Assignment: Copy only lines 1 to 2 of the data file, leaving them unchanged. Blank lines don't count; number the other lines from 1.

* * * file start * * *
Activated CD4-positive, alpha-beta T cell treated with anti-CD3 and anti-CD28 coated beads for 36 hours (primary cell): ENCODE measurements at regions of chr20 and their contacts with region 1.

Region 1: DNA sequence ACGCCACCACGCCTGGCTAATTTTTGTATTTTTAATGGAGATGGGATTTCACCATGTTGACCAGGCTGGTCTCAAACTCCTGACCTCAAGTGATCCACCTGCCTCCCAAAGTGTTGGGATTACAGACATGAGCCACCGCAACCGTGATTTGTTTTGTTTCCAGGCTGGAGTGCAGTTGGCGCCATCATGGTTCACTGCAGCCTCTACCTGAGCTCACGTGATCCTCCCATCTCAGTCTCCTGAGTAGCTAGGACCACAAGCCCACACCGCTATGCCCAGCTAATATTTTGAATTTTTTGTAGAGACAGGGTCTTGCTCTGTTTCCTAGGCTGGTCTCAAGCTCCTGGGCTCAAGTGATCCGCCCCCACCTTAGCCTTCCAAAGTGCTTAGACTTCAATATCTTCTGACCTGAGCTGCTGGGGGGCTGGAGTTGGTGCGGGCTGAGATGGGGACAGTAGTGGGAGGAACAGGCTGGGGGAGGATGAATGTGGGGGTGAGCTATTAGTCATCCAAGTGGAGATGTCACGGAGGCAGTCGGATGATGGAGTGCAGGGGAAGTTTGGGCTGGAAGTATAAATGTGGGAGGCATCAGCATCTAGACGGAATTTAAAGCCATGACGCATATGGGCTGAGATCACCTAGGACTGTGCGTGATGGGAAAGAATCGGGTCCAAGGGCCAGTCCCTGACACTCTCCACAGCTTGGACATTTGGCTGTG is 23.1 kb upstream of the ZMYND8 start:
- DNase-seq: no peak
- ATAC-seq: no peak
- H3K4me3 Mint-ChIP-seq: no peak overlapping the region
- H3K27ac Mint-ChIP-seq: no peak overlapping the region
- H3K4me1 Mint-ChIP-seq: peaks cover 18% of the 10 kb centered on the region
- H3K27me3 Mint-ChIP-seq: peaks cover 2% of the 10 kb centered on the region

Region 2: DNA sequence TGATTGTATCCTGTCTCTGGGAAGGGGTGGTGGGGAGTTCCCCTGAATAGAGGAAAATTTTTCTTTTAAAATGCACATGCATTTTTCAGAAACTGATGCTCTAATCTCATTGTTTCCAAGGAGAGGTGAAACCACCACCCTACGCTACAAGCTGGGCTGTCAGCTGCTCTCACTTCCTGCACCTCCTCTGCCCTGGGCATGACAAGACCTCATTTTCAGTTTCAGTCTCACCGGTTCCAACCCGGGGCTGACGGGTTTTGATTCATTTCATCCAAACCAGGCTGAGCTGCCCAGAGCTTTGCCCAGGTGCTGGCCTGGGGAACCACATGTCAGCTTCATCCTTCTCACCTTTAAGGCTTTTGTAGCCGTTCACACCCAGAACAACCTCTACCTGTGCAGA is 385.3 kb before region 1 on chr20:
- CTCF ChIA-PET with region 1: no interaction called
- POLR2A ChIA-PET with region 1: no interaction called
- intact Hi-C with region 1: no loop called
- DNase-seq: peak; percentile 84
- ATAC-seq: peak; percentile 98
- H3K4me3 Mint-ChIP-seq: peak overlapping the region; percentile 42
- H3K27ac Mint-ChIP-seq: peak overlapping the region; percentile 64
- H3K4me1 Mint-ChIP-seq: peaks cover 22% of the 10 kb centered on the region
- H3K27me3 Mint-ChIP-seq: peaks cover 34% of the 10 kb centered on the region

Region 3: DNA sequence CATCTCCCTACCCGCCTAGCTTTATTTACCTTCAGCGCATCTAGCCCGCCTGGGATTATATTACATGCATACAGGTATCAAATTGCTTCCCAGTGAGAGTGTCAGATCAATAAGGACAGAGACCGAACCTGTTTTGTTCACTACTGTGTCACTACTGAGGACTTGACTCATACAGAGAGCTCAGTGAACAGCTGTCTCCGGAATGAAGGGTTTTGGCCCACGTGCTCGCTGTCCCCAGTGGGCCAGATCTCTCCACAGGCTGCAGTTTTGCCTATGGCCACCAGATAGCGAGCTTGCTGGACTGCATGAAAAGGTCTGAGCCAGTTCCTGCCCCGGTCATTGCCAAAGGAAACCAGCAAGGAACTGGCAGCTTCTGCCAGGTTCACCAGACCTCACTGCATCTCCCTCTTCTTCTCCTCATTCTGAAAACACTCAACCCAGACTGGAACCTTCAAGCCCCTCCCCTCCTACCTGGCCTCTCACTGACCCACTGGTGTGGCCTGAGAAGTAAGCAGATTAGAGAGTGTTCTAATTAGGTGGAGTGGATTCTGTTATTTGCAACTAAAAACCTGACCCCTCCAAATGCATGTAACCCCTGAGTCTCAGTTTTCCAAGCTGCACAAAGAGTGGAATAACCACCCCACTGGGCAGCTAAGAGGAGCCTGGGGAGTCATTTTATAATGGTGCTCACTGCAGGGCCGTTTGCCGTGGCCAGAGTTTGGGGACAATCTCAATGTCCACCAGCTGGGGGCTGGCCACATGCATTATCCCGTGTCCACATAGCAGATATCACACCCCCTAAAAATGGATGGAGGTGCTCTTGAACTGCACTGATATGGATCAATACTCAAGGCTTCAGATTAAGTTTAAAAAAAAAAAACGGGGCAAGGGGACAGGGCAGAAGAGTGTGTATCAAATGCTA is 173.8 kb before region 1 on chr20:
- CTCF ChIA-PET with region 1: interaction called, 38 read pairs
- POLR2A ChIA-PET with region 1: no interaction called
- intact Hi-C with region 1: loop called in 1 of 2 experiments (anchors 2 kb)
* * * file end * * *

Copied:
Activated CD4-positive, alpha-beta T cell treated with anti-CD3 and anti-CD28 coated beads for 36 hours (primary cell): ENCODE measurements at regions of chr20 and their contacts with region 1.

Region 1: DNA sequence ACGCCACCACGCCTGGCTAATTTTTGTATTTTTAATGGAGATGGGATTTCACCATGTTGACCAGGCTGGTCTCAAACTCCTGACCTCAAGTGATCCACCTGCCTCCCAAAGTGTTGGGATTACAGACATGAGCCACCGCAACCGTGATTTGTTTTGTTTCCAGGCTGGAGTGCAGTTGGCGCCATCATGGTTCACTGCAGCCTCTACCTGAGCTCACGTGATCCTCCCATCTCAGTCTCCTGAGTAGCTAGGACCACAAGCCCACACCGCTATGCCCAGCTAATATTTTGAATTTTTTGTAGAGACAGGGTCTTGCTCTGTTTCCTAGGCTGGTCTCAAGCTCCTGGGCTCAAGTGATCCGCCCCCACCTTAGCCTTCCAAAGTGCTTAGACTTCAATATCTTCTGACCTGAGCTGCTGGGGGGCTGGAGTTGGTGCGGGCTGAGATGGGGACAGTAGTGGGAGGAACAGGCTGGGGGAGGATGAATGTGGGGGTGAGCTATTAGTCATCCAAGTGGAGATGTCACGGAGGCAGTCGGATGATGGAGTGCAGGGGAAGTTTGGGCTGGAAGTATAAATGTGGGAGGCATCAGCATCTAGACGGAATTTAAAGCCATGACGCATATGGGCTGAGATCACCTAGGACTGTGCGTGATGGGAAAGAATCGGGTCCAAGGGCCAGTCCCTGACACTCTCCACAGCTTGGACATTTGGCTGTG is 23.1 kb upstream of the ZMYND8 start: